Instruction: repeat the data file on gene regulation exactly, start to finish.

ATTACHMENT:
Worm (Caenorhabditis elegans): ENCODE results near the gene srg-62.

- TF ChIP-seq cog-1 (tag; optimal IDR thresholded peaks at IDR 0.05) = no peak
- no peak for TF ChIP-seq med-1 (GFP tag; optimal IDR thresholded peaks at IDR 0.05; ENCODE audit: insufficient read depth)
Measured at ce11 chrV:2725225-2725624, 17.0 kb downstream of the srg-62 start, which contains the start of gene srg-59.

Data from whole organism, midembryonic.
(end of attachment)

Worm (Caenorhabditis elegans): ENCODE results near the gene srg-62.

- TF ChIP-seq cog-1 (tag; optimal IDR thresholded peaks at IDR 0.05) = no peak
- no peak for TF ChIP-seq med-1 (GFP tag; optimal IDR thresholded peaks at IDR 0.05; ENCODE audit: insufficient read depth)
Measured at ce11 chrV:2725225-2725624, 17.0 kb downstream of the srg-62 start, which contains the start of gene srg-59.

Data from whole organism, midembryonic.